Sperm DNA fragmentation testing: a cross sectional survey on current practices of fertility specialists

Ahmad Majzoub, Ashok Agarwal, Chak-Lam Cho, Sandro C. Esteves

Abstract

Background: Sperm DNA fragmentation (SDF) testing has been recognized as a valuable tool in the evaluation of infertile men. Despite that, its routine use in clinical practice is still hampered by the lack of understanding of the specific clinical scenarios where SDF testing is most beneficial. The aim of this study was to investigate fertility specialists evaluation of infertility of SDF testing in the context of male infertility evaluation and assisted reproductive technology.
Methods: A questionnaire was developed to survey the major aspects of SDF testing and was mailed to specialists with demonstrated clinical experience in the field of infertility. A total of 65 professionals were invited to answer issues related to the utility of SDF testing, the testing methods they used, were the SDF cut-off values, and the cost of testing and the perceived drawbacks of the test results. Specific clinical scenarios were presented to assess whether or not participants would recommend SDF testing. The frequency of responses was analyzed.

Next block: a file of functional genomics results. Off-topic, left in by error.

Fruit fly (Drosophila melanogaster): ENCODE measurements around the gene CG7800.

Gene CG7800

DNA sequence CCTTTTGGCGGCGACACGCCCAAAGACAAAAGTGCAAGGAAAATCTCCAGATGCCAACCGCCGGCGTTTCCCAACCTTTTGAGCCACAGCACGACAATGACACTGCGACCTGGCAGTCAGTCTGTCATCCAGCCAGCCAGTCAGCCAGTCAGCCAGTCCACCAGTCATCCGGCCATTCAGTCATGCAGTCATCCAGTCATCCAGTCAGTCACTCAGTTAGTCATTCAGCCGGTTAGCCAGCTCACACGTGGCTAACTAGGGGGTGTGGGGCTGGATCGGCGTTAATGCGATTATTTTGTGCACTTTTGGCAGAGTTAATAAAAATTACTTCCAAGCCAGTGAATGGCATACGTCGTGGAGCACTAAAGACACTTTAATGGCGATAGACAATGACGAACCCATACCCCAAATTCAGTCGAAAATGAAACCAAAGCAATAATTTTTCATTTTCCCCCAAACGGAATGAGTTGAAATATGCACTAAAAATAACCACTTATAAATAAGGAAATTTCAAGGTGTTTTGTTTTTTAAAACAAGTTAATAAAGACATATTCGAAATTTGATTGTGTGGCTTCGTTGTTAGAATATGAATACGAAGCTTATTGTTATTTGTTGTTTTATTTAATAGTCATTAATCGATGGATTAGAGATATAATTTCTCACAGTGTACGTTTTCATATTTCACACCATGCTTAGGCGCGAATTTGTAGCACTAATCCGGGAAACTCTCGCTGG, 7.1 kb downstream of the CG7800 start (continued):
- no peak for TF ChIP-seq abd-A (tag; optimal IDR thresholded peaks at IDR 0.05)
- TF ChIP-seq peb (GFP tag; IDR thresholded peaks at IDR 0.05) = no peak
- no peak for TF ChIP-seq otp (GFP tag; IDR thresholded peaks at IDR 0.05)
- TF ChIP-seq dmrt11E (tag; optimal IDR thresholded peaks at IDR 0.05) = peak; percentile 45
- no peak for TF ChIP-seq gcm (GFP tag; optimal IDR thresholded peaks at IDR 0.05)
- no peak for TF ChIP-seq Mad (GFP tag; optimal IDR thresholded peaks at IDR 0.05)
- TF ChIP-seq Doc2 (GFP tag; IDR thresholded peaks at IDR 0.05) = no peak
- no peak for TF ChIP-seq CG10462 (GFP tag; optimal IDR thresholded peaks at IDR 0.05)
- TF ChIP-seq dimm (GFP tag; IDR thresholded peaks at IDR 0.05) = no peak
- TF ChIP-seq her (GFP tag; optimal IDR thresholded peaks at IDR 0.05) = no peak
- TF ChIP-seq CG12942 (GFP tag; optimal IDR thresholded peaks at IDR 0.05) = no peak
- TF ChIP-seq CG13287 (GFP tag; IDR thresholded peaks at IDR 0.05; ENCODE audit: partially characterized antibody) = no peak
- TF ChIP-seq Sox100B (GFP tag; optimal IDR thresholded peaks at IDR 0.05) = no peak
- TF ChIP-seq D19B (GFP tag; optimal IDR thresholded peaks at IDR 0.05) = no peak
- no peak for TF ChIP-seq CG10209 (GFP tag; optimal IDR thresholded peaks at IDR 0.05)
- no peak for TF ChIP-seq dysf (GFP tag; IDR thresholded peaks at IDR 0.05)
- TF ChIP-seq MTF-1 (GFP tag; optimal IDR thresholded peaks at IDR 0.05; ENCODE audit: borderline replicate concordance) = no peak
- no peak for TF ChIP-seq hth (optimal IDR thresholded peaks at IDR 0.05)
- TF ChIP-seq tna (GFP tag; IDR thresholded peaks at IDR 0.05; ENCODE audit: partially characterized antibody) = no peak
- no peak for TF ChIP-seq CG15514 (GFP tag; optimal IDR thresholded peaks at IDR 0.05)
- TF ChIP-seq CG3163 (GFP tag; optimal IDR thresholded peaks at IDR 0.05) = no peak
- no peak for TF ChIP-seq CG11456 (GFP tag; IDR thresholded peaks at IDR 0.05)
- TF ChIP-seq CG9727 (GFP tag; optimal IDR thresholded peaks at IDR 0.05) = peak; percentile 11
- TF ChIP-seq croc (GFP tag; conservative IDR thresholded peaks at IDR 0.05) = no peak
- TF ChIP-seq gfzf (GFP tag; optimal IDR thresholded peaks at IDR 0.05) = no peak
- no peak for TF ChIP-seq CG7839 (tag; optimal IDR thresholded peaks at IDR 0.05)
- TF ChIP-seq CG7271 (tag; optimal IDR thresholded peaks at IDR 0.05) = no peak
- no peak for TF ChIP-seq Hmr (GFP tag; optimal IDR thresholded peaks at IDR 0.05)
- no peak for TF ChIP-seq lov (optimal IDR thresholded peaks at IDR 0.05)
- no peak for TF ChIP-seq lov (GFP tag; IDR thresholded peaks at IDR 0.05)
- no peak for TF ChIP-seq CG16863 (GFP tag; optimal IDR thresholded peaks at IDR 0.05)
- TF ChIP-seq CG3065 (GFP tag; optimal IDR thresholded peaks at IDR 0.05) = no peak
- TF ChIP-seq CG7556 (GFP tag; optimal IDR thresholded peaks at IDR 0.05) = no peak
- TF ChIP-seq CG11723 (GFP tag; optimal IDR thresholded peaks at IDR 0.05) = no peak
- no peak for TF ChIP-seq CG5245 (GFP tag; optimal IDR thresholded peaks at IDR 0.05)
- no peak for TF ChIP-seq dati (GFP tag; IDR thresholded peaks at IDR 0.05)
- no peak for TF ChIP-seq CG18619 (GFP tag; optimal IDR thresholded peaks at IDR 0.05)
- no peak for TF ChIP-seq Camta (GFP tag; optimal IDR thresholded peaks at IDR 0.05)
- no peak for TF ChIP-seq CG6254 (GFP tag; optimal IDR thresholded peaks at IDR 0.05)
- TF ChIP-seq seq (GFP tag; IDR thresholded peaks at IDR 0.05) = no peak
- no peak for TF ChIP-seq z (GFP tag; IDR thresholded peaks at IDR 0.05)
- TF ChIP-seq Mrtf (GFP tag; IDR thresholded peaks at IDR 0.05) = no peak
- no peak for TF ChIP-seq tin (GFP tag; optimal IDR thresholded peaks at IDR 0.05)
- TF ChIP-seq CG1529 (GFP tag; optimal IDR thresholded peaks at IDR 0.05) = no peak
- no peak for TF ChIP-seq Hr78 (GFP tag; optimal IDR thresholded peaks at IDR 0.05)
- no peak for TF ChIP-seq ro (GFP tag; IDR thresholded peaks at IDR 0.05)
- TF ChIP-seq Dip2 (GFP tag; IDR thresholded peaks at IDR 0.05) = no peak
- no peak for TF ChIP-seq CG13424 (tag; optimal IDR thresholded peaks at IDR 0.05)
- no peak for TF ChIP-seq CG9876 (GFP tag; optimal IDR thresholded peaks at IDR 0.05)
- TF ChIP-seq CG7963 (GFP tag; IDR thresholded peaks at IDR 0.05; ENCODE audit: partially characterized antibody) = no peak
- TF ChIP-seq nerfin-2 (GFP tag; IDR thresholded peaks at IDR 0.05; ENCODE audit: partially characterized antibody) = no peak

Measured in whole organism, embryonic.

Results: Forty-nine participants from 19 countries responded to the study questionnaire. SDF testing was commonly ordered by 39 (79.6%) respondents; while 10 (20.4%) did not order SDF testing during fertility evaluation. Terminal deoxynucleotidyl transferase nick end labelling (TUNEL) and sperm chromatin structure assay (SCSA) were most commonly utilized (30.6% for both), followed by sperm chromatin dispersion (SCD) (20.4%), single cell gel electrophoresis (Comet) (6.1%) and other methods (12.2%). SDF was most commonly requested in couples presenting with recurrent conventional in vitro fertilization (IVF) failure or pregnancy loss following conventional IVF (91.8%), followed by couples with recurrent first trimester natural pregnancy loss (NPL) and recurrent pregnancy loss (RPL) following intracytoplasmic sperm injection (ICSI) (85.7% for both). A 67.3% of respondents admitted that an SDF test result would affect their decision to utilize testicular instead of ejaculated sperm for ICSI. The reported mean ± standard deviation (SD) cost (USD) of SDF testing was 170.4±122.9. Cost (46.9%), poor validation (36.7%) and low precision (18.3%) were the most commonly reported drawbacks of SDF testing.
Conclusions: SDF testing is utilized in the evaluation of infertility patients by a majority of fertility specialists under specific clinical scenarios. Shortcomings, such as the presence of several SDF testing methods with different cut-off values and the test charges were some of the reasons hampering the routine use of SDF in the evaluation of infertile men.